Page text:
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Jelly Bean Battery Drain Traced to Google Maps

July 13, 2013

Vista busy cursor  Samsung’s official upgrade of my Galaxy Note (GT-N7000 on UK T-Mobile) to Jelly Bean 4.1.2 has not been a success, the worst aspect being the virtual halving of battery life. It had been the norm for the phone to manage a whole day on an overnight charge. After the upgrade to Jelly Bean I found myself forced to put the phone on charge throughout the afternoon or it would be dead by early evening. This annoying state of affairs has persisted for nearly three months. Happily, battery life now appears to be back to its Ice Cream Sandwich days best but it took a great deal of detective work to track down and remove the source of the power drain.

I had wondered if Google Now was implicated. After all, it is the single most obvious new feature in Jelly Bean which might be consuming more power. But I was loath to just plain do without it, and it did not appear to be the culprit per se. I tried any amount of fiddling with settings (without rooting the phone), attempting to cripple new bits of Samsung bloatware I imagined might be responsible and app/battery management apps, all to no avail. Neither did any amount of Googling or exploring the XDA Developers website produce an answer. I did though start to form the view that tracking down problem wakelocks might be the way to go.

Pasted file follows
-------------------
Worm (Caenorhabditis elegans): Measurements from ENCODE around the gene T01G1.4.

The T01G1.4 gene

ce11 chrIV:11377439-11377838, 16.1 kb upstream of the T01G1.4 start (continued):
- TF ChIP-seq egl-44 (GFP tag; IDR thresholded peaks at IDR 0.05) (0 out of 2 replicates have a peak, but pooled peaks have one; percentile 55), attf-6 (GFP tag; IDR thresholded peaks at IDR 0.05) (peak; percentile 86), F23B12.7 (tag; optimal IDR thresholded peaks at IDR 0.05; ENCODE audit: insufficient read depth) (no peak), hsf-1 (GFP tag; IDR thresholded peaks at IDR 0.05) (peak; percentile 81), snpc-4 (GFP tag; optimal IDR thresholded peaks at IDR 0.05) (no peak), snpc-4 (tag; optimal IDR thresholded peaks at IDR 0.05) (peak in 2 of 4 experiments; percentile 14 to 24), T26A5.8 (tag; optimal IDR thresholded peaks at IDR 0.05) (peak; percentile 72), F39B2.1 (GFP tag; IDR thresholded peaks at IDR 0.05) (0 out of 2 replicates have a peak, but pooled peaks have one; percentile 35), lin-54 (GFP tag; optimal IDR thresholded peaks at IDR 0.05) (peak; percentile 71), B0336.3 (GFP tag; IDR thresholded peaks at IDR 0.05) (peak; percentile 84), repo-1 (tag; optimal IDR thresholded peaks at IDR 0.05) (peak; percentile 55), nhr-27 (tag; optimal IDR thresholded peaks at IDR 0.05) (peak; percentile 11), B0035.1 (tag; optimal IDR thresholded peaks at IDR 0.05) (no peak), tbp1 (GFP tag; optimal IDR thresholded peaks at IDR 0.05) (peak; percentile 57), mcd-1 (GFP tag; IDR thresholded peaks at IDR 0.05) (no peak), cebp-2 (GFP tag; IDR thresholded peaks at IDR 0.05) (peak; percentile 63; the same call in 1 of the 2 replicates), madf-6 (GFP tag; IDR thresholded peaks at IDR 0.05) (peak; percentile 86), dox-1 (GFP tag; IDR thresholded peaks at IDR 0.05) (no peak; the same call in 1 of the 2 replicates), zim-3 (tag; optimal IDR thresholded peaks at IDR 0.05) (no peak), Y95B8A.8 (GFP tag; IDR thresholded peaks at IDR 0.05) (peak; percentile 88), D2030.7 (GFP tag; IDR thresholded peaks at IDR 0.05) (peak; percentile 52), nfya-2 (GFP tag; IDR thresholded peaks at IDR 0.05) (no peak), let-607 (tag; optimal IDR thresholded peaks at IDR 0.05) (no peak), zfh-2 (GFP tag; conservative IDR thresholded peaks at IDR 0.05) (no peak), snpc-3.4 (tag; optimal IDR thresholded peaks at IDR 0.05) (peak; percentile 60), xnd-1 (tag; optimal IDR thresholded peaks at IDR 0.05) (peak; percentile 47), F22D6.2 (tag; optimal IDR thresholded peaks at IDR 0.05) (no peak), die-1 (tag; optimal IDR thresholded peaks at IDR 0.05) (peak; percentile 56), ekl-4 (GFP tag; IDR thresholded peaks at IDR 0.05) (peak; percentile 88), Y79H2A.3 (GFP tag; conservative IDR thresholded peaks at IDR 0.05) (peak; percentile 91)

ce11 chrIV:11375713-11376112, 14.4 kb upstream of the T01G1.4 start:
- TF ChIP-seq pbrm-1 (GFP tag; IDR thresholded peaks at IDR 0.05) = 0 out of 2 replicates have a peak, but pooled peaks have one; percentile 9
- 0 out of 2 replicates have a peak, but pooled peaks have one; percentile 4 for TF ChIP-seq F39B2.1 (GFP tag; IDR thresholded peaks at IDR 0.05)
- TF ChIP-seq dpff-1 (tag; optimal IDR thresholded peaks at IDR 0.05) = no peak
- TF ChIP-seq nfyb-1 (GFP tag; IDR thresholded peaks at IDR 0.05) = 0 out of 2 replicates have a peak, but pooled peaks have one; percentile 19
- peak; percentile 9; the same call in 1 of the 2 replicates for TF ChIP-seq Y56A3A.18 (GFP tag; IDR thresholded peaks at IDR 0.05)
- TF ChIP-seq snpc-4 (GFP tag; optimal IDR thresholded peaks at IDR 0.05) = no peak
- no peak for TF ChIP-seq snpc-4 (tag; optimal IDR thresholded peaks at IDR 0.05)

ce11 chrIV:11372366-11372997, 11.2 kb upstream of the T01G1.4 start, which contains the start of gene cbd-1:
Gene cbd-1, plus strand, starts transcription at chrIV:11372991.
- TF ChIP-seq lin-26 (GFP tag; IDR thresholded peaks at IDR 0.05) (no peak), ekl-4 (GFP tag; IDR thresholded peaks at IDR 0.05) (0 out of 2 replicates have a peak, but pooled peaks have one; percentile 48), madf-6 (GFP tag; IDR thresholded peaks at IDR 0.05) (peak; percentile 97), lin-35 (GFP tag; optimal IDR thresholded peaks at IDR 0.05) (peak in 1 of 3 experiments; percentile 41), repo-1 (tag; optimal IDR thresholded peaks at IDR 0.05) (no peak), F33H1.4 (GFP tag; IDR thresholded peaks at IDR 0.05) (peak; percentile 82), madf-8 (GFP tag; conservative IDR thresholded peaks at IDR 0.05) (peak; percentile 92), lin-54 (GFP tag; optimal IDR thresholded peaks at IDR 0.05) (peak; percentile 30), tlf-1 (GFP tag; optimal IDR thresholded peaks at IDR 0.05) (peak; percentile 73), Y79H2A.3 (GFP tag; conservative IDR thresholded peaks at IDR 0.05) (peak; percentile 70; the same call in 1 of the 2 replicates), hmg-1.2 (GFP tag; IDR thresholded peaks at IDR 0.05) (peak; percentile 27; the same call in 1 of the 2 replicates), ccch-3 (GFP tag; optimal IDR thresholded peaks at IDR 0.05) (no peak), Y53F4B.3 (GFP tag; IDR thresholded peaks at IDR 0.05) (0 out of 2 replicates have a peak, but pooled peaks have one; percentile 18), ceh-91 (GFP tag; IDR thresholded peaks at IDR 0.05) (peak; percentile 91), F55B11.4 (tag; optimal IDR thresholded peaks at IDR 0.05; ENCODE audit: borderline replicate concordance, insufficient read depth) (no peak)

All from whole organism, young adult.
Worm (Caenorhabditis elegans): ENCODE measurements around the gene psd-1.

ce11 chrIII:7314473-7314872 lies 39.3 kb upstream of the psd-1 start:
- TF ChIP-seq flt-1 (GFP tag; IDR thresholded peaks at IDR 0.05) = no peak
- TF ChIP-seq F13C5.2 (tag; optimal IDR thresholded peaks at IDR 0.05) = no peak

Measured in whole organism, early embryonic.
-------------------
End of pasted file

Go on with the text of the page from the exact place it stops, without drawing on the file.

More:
I eventually found the problem thanks to an app called Wakelock Detector from UZUMAPPS. The app is for diagnosis only – it provides detailed stats about which apps are triggering an awakening of the CPU and how many minutes they are keeping it active using wakelocks. The accumulated data pointed an accusing finger at Google Maps. I tried delving into the Maps settings and came across a couple of suspicious items, “location reporting” and “location history” under location settings. They were both on by default. Switching them both off seems to have made all the difference.

I think these settings are new, although I can’t swear to it, and connected to Google Now. Having said that, the latter still works although maybe I’m not getting as many travel/location related cards as before. A price well worth paying.

So is it a case of all’s well that ends well? I have to say I’m not convinced. It’s certainly a relief to have my phone back to getting through the day without having to top up the battery. But there’s a certain annoyance that I had to put up with this. After all, this was an official upgrade. There must have been testing done by Google, Samsung and T-Mobile along the chain. Heaven knows it took them long enough between them to get the upgrade onto my phone. And when it got there it just appeared with no disclaimer, warning, any kind of communication. There was hype then the upgrade, then the consumer left literally to his own devices.

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One comment

  1. This wasn’t the end of the story. Ultimately it took a third party battery to properly fix things



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